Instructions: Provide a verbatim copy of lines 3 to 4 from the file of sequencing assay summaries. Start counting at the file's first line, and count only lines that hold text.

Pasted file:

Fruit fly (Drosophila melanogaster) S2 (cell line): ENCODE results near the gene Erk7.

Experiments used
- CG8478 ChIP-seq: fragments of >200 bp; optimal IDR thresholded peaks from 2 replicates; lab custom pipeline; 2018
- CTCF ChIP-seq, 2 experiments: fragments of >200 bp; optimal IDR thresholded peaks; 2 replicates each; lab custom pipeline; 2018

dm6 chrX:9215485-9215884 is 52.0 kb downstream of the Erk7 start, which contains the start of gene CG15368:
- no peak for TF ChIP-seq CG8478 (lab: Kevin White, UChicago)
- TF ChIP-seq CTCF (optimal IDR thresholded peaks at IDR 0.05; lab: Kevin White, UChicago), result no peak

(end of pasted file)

- CG8478 ChIP-seq: fragments of >200 bp; optimal IDR thresholded peaks from 2 replicates; lab custom pipeline; 2018
- CTCF ChIP-seq, 2 experiments: fragments of >200 bp; optimal IDR thresholded peaks; 2 replicates each; lab custom pipeline; 2018